Chris Bergère became the third diving coach in Michigan history on April 25, 2002, when he took the reins from the legendary Dick Kimball, who had guided the program for the previous 43 years. Bergère brought with him a wealth of success at both the collegiate and national levels, having trained world-class divers at every level of his coaching career.
Among Bergère's credits are Jason Coben, Michigan's first NCAA platform champion (2003) and the Big Ten Diver of the 2004 conference championship meet. Since joining the Wolverines, Bergère has helped Michigan to seven top-10 national finishes. The Wolverines have also won three Big Ten Championships in his tenure.
Bergère led the United States diving team at the 2009 World University Games in Belgrade, Serbia this past summer, marking the second time he has coached the national team at this level.
Bergère joined the Michigan coaching staff following nearly two decades as the head men's and women's diving coach at his alma mater, LaSalle University. Bergère was asked to lead the Explorers immediately following his graduation in 1986.
During his 17 years with the Explorers, Bergère also ran the successful L'Air Bergère Diving Club in Philadelphia, Pa. Among the divers under his guidance were three former Michigan letterwinners: Brett Wilmot (1996-99), Coben (2000-04) and Tealin Kelemen (2000-04). Wilmot became one of the most recent divers under Bergère to achieve national success, finishing ninth at the 2000 Olympic Trials.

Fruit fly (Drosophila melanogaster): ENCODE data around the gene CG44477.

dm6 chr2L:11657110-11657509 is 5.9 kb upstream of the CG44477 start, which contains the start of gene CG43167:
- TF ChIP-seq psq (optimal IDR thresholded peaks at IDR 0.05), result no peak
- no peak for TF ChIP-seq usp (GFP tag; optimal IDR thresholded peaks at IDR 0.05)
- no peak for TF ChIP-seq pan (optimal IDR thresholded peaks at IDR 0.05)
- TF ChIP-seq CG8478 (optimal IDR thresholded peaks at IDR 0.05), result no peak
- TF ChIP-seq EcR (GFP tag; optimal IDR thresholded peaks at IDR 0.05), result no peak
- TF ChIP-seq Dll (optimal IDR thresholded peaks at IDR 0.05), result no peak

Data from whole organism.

Bergère was recognized with national and conference coaching accolades in his 17 year-tenure with LaSalle. With consecutive Verizon Diving Coach of the Year awards from 1999 to 2002, Bergère was the only coach to be honored in the four-year history of the Atlantic 10 Conference.
Before LaSalle joined the Atlantic 10, Bergère earned Outstanding Diving Coach honors in 1994 and '95 as a member of the Eastern Collegiate Athletic Conference. Prior to the existence of the ECAC, LaSalle competed in the Metro Atlantic Athletic Conference, where Bergere was named the league's Outstanding Diving Coach in 1987 and '90.
In 2000 he was selected to coach the U.S. Junior Olympic Diving Team at the Junior Olympic Winter National Championships in Long Island, N.Y. The team won the gold medal and earned a trip to the International Diving Championships in Waldkraiburg, Germany, where Bergère led the Junior National team to its first title in its 14 trips to the international meet.
For his accomplishments in 2000, Bergère was named the Junior Olympic Diving Coach of the Year. He was also selected as the Junior Olympic Regional and Zone Coach of the Year in 1994 and '95.
Before he entered the coaching ranks, Bergère was a four-year member of the LaSalle University diving team and was named team captain during his senior year in 1986. Bergère also won the John L. Ludsom Award for Spirit, Loyalty and Dedication at LaSalle, qualities that can be seen in his approach to the sport as a coach.
Bergère graduated from LaSalle University in 1986 with dual bachelor of science degrees in personnel and labor relations and marketing. He and his wife Kimberly have four children: Sophie, Ian, Noelle and Connor.
Jahnke Takes 17th on One-Meter Springboard at Zone Diving Meet
Twelve Wolverines Invited to NCAA Championships
Jahnke to Represent Michigan at NCAA Zone Diving Championships
Eighteen Swimmers Take to the Pool for Last Chance Meet
Wolverines to Host Last Chance Meet on Sunday
Fast Five: Michigan Captures Fifth Straight Big Ten Team Crown
Four Top Seeds Lead U-M into Final Night of Big Ten Championships